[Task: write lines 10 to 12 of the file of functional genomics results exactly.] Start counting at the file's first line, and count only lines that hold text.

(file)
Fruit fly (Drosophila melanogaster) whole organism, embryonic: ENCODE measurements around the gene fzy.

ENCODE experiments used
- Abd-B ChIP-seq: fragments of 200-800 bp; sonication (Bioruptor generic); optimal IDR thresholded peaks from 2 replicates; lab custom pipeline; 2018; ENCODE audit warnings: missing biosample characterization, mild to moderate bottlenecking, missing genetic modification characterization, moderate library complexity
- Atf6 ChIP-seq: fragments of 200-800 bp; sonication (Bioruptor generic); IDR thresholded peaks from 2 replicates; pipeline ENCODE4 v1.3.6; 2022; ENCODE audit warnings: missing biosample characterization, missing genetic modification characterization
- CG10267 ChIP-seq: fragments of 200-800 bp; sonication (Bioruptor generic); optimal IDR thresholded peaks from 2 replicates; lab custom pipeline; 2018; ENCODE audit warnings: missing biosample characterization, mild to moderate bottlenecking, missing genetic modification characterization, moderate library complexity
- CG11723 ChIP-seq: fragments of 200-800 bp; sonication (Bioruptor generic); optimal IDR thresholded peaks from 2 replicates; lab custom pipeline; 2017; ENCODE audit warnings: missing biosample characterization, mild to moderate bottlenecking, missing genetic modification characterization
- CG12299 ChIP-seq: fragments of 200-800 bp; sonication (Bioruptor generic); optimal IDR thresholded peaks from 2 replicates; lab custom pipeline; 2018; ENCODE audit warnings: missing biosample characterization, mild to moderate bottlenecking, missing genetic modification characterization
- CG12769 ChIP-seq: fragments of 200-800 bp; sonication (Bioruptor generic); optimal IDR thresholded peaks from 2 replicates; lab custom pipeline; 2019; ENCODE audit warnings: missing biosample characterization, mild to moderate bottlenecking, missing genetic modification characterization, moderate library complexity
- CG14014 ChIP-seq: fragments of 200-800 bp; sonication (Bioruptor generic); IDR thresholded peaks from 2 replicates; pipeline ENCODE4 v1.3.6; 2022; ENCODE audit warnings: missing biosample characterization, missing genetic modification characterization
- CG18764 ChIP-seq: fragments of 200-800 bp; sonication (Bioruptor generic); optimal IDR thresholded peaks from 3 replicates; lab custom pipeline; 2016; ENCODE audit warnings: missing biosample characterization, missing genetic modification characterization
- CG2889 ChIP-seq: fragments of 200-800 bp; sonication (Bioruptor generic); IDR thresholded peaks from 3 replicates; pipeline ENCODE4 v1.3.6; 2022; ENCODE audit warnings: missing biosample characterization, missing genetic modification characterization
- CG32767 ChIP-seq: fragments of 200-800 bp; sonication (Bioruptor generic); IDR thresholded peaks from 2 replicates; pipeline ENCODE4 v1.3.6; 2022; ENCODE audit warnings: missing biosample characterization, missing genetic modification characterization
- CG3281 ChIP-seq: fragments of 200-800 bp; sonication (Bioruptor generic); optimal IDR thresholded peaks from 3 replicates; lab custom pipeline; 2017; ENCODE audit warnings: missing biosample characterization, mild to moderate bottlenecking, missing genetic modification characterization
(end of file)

- CG18764 ChIP-seq: fragments of 200-800 bp; sonication (Bioruptor generic); optimal IDR thresholded peaks from 3 replicates; lab custom pipeline; 2016; ENCODE audit warnings: missing biosample characterization, missing genetic modification characterization
- CG2889 ChIP-seq: fragments of 200-800 bp; sonication (Bioruptor generic); IDR thresholded peaks from 3 replicates; pipeline ENCODE4 v1.3.6; 2022; ENCODE audit warnings: missing biosample characterization, missing genetic modification characterization
- CG32767 ChIP-seq: fragments of 200-800 bp; sonication (Bioruptor generic); IDR thresholded peaks from 2 replicates; pipeline ENCODE4 v1.3.6; 2022; ENCODE audit warnings: missing biosample characterization, missing genetic modification characterization